3. Twubbler (Web): See What Other Users’ Timeline Looks Like
Are you curious what Elon Musk, Donald Trump, or even a friend’s timeline looks like? Twubbler will show you by creating a special list of all the accounts that person is following, so you see what they see.
You have to sign in to Twubbler to use the app. Then type a user’s account, and click Create List. Twubbler will ask if you want to make the list private, i.e. lock it so only you can see it. You can also choose to exclude common accounts that you and the user both follow.
Once the list is created, open it in Twitter. You’ll see a timeline of what that person sees. It’s a cool way to get a new perspective and try to see things from someone else’s point of view.
4. Really Good Questions (Email): Best Questions from Curious Minds
Really Good Questions (RGQ) is a weekly newsletter, curated by indie no-code maker Sharath Kuruganty. In the newsletter, you will find a collection of interesting tweets that drive curiosity and set your mind’s wheels turning.
Influencers on Twitter often ask questions to their followers, hoping to create a knowledge base of people-contributed data. This can range from something as simple as asking what was the best investment you made in the last 10 years, to stories of human spirit like asking what is the kindest thing a stranger has done for you.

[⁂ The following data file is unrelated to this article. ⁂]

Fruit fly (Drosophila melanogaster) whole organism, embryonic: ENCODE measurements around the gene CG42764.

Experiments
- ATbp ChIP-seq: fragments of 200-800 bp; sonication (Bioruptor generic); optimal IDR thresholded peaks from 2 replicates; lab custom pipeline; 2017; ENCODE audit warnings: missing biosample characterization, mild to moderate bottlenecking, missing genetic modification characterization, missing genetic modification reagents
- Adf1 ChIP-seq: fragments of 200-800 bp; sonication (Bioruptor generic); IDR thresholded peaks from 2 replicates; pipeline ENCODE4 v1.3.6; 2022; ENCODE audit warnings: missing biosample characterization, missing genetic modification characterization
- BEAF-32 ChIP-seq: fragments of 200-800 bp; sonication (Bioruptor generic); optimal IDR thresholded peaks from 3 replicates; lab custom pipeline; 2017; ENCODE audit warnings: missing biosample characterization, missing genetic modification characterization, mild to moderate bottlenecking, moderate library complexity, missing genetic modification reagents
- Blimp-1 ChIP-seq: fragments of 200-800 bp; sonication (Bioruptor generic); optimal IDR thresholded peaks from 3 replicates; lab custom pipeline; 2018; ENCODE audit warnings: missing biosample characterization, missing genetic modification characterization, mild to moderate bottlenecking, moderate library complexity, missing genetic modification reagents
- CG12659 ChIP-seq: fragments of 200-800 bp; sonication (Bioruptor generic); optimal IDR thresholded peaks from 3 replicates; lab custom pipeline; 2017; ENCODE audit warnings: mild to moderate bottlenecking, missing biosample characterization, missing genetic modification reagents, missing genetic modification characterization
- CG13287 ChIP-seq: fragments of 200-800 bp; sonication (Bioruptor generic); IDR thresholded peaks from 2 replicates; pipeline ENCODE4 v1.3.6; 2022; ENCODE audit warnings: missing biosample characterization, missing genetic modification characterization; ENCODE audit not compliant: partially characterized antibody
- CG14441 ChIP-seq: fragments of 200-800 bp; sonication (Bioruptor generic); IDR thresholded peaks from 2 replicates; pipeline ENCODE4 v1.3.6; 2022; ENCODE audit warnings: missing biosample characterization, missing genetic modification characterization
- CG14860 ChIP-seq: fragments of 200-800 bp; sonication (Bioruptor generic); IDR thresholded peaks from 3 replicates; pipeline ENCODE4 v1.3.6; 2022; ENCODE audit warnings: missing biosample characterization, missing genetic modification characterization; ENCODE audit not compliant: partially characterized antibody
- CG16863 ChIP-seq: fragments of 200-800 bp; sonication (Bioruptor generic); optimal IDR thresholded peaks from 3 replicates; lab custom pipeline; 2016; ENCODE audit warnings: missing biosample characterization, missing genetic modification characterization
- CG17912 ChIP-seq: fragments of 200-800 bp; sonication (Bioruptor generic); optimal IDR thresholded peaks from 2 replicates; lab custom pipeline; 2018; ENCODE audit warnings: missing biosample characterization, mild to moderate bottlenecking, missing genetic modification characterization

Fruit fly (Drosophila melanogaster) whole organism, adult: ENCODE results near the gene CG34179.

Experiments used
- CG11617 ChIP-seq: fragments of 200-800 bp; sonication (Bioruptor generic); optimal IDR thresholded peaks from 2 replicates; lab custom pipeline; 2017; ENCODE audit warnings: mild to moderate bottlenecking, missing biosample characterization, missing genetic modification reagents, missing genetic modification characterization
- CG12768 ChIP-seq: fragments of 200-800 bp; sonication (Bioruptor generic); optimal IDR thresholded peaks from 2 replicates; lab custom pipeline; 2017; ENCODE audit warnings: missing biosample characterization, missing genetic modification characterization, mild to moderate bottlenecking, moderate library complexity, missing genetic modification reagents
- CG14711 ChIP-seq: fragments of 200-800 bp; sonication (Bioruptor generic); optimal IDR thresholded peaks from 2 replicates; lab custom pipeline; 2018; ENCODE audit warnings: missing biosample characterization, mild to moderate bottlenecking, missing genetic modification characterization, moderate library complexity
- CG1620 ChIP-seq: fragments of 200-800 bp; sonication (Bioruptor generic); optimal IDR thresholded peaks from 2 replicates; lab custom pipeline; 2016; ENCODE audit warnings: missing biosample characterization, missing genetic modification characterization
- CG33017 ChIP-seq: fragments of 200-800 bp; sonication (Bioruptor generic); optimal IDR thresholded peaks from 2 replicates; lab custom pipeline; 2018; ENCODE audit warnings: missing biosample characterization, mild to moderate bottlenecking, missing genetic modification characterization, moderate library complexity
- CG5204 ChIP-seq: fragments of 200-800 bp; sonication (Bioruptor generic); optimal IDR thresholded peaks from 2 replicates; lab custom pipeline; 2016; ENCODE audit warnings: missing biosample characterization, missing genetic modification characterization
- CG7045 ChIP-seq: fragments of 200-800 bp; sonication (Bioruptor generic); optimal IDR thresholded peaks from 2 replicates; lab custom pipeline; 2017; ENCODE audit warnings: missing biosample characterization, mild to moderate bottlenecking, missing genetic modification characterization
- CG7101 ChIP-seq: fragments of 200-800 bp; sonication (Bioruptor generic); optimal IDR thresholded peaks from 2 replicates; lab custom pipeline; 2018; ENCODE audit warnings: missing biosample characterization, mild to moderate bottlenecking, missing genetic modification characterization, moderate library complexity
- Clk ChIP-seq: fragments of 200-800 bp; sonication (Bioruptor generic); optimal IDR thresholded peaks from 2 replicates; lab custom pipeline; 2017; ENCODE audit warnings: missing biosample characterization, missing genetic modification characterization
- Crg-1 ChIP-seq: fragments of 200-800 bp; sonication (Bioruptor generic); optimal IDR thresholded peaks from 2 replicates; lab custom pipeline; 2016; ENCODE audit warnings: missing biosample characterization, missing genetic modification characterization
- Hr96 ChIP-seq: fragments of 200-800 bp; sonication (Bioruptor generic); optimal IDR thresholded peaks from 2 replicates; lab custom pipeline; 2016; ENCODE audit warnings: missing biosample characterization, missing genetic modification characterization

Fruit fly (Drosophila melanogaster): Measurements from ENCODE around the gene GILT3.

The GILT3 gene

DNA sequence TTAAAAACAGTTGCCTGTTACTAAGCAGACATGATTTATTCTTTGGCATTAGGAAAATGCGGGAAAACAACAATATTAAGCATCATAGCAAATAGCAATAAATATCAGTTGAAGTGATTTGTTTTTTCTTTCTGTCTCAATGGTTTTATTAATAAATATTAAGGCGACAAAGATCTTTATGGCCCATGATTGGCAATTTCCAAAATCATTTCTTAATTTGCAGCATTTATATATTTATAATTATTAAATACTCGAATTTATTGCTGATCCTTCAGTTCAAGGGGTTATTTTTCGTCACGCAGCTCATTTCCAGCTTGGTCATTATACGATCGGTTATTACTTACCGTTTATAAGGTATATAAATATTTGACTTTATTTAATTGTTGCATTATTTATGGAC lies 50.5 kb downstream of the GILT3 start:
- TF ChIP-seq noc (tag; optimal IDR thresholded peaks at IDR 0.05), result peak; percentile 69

Each tweet in the curated list also shows how many replies it got. You’ll need to click a tweet to unroll its replies in Twitter, you can’t browse that in the newsletter.
To get a sample of what RGQ is all about, visit the homepage and scroll down the list of example tweets. There is enough in that list already to make you think and learn. If you like what you see, subscribe to the newsletter for a weekly dose of brain food.
5. Funny Tweeter (Web): The Lighter Side of Twitter
Twitter is full of news, activism, and conversations, but let’s not kid ourselves, most people there are looking for a laugh and to crack a few jokes seeking the validation of retweets. Funny Tweeter curates the best of these in one place.
The good news is that Funny Tweeter is a website unto itself, so you don’t need a Twitter account to read these. The tweets are not embedded, but you can sign in to like or retweet them. Its post after post of jokes and humorous musings.
Most other such aggregators and curators end up showcasing the same few users over and over. Funny Tweeter is the exception to this. While a few Twitter comedians and comics naturally show up repeatedly, the selection has a number of regular users whose funny tweets have gone viral.
How to Spot Breaking News on Twitter
This combination of the most interesting threads, funny tweets, and email digests should keep you engaged with the best of Twitter. As you can see, you can actually keep up with Twitter without even using it yourself.
In fact, you can even follow breaking news on Twitter even if you don’t have an account. But it’s still best to be on Twitter and follow your favorite news sources.